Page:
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EDITORIAL: Hillary Clinton’s lurid poverty tales
Even Bubba can’t coach her to a good imitation of ‘po’ folks’
Question of the Day
Hillary Clinton, even with Bubba's help, just can't get her "poor me" routine straight. Bonnie and Clod are eager for everyone to think of them as "po' folks," but reality keeps messing with their tales of what it feels like to be a pauper.
Hillary stepped into this nonsense when she told Diane Sawyer of ABC News that she and Bubba were "dead broke" when they left the White House on that cold January day in 2001. They were desperate for a place to sleep when the moving van left 1600 Pennsylvania Avenue with all their furniture, clothes and Hillary's skillet and cooking pots.
They were down to living on Bubba's $200,000 annual pension, lifetime government health care and a considerable platoon of Secret Service bodyguards to keep evildoers at bay and the wolves from the door. The bodyguards would surely have sprung for a fried egg and a cup of coffee if the pension check was late arriving.
But Hillary's clarifications and explanations kept misfiring, which was not at all good for selling the former first lady's new book. After only a week it fell out of Amazon's Top Ten. Bubba was recruited to help retrieve the day. Appearing at a do-good conference the other day in Denver, he defended her "ties to middle-income Americans" and insisted that for all her immense new riches "she's not out of touch" and is still an advocate for "po' folks" just like herself.
Bubba insisted to David Gregory, the moderator of NBC's "Meet the Press" who was there as the former president's straight man, that making an issue of Hillary's bumbling attempts to play at poor is "the wrong debate." People should be talking about how to address "the demise of the American dream." He concedes the obvious, that she didn't "give the most adept answer" to the softball questions about their personal wealth. "You can say, 'OK, I gotta clean that up.' And she did."
Then Hillary got up only to stammer and stumble again. "Upward mobility really does take a village," she said, reprising the title of the wrong book. (You could almost hear her publisher's flack groan.) "It's no coincidence that places where we still see mobility in America are communities with vibrant middle classes." This was news that po' folks in the mean streets of Harlem and the dreary hills and hollows of West Virginia could use if they would only hire an agent and start making 25-minute speeches for $200,000 a pop.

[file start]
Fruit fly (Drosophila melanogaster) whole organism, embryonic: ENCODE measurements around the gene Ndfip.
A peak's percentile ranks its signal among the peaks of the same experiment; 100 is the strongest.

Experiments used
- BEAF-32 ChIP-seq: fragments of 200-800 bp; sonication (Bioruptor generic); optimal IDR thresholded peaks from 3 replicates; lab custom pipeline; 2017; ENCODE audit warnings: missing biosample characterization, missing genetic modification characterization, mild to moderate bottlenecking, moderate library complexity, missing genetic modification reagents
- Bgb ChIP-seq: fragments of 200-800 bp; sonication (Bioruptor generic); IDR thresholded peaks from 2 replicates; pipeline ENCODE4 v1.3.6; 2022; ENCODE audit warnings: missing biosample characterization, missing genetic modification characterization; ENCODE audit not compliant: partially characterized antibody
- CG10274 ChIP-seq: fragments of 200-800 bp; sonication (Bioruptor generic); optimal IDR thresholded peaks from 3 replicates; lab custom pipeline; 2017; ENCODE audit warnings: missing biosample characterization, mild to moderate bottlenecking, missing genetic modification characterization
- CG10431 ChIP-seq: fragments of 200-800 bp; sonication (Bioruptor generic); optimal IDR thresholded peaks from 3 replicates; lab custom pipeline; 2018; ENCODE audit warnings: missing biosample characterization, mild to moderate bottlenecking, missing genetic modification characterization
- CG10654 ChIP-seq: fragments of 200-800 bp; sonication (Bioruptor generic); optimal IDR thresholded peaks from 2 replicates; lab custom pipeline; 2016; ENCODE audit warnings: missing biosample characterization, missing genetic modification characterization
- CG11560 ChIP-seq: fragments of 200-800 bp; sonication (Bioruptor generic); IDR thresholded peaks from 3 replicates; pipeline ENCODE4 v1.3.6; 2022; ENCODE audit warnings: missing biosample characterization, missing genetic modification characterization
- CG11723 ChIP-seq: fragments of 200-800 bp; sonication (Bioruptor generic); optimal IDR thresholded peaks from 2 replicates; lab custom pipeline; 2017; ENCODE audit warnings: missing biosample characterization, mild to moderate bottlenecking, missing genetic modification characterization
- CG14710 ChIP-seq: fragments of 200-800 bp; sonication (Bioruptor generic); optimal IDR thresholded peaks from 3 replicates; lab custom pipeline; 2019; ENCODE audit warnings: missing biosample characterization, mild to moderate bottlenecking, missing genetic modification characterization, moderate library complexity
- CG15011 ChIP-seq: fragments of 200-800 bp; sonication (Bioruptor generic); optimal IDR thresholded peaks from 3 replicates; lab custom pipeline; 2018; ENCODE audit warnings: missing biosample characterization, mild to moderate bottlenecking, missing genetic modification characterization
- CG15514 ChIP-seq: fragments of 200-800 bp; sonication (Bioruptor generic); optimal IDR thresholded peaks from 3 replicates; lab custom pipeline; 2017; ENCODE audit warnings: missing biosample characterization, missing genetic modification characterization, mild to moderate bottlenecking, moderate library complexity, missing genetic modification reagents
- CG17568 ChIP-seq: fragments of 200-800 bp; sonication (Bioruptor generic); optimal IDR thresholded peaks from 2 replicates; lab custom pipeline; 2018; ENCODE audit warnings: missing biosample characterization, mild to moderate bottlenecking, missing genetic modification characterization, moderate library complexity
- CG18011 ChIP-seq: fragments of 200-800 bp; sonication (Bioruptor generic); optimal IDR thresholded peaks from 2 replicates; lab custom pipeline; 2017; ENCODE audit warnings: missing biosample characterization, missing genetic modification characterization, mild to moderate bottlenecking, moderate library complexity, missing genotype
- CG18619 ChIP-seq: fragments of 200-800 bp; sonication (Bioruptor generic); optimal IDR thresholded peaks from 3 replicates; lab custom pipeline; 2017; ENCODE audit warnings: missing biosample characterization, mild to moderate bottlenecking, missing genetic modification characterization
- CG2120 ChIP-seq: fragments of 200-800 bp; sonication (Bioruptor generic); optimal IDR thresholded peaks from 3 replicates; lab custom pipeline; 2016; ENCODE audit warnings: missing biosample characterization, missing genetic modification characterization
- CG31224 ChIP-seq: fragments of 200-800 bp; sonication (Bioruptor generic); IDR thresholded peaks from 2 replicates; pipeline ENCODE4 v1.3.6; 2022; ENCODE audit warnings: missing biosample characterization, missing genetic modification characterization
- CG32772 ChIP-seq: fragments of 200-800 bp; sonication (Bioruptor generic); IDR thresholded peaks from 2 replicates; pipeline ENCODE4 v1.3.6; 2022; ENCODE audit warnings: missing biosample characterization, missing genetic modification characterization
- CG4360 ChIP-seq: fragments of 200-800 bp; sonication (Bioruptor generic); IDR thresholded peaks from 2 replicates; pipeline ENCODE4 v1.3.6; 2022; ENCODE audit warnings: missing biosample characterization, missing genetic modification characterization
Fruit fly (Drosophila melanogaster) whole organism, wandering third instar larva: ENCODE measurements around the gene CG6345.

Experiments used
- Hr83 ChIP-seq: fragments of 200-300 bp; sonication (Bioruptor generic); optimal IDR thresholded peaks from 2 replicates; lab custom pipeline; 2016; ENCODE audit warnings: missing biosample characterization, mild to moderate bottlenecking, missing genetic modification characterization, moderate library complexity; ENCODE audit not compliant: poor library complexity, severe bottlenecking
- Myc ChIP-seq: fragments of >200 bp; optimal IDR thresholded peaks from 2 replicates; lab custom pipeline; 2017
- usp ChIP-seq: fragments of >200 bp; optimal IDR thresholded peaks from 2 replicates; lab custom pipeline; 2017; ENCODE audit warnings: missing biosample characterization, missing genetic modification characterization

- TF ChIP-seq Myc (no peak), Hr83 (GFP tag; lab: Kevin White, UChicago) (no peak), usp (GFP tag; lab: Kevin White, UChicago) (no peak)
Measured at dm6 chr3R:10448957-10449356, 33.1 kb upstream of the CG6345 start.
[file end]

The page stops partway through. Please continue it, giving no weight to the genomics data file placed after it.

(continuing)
Bubba tried to paper over the mess. "It's factually true that we were several million dollars in debt," he said, but he neglected to say that angry bankers were not there to repossess the bedroom furniture. Nor did he remember to say that at the end of 2012, the Clintons were worth "between $5.2 million and $25.5 million," not including houses in suburban New York and Washington in two of the poshest ZIP codes in America. Their two accounts at JPMorgan are estimated to be worth as much as $50 million. This even invited a needle from Vice President Joe Biden, a prospective rival in grime for 2016, who insisted — falsely, as it turned out — that "I don't own a single stock or bond."
Bubba can take considerable pride in his thrift, if thrift is what got a good ol' boy from Hot Springs to the neighborhoods of Warren Buffett and the Koch brothers. Bubba and Hillary set out to do good and have done well, but they've made careers of trying to paint as villains the conservatives and Republicans who have done well, too. Americans, God love 'em, don't resent the good fortunes of others. But Americans are utterly contemptuous of hypocrites. Bubba knows better. Hillary is still learning.
About the Author
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